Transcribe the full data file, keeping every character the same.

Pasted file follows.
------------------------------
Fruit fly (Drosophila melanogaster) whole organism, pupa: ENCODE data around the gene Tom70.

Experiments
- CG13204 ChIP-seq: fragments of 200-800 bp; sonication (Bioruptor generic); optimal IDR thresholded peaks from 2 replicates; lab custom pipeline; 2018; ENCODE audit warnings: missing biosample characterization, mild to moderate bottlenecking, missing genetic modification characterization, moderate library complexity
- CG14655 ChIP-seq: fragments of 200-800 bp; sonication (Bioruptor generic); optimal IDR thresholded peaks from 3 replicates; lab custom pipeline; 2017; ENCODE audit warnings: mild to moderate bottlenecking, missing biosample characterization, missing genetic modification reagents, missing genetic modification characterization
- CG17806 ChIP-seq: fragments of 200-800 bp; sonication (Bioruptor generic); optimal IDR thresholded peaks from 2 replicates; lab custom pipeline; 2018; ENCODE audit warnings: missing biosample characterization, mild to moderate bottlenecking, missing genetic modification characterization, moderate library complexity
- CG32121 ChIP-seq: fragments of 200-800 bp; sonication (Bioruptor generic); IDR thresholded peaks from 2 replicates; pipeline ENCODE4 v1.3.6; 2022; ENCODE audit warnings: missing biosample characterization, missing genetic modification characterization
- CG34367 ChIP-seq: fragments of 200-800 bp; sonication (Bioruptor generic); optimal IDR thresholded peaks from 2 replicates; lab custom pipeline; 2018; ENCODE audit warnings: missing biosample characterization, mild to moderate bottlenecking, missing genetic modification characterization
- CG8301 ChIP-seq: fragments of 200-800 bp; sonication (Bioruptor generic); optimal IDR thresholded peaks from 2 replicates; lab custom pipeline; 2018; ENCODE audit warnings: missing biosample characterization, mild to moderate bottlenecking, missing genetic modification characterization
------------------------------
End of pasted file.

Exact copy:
Fruit fly (Drosophila melanogaster) whole organism, pupa: ENCODE data around the gene Tom70.

Experiments
- CG13204 ChIP-seq: fragments of 200-800 bp; sonication (Bioruptor generic); optimal IDR thresholded peaks from 2 replicates; lab custom pipeline; 2018; ENCODE audit warnings: missing biosample characterization, mild to moderate bottlenecking, missing genetic modification characterization, moderate library complexity
- CG14655 ChIP-seq: fragments of 200-800 bp; sonication (Bioruptor generic); optimal IDR thresholded peaks from 3 replicates; lab custom pipeline; 2017; ENCODE audit warnings: mild to moderate bottlenecking, missing biosample characterization, missing genetic modification reagents, missing genetic modification characterization
- CG17806 ChIP-seq: fragments of 200-800 bp; sonication (Bioruptor generic); optimal IDR thresholded peaks from 2 replicates; lab custom pipeline; 2018; ENCODE audit warnings: missing biosample characterization, mild to moderate bottlenecking, missing genetic modification characterization, moderate library complexity
- CG32121 ChIP-seq: fragments of 200-800 bp; sonication (Bioruptor generic); IDR thresholded peaks from 2 replicates; pipeline ENCODE4 v1.3.6; 2022; ENCODE audit warnings: missing biosample characterization, missing genetic modification characterization
- CG34367 ChIP-seq: fragments of 200-800 bp; sonication (Bioruptor generic); optimal IDR thresholded peaks from 2 replicates; lab custom pipeline; 2018; ENCODE audit warnings: missing biosample characterization, mild to moderate bottlenecking, missing genetic modification characterization
- CG8301 ChIP-seq: fragments of 200-800 bp; sonication (Bioruptor generic); optimal IDR thresholded peaks from 2 replicates; lab custom pipeline; 2018; ENCODE audit warnings: missing biosample characterization, mild to moderate bottlenecking, missing genetic modification characterization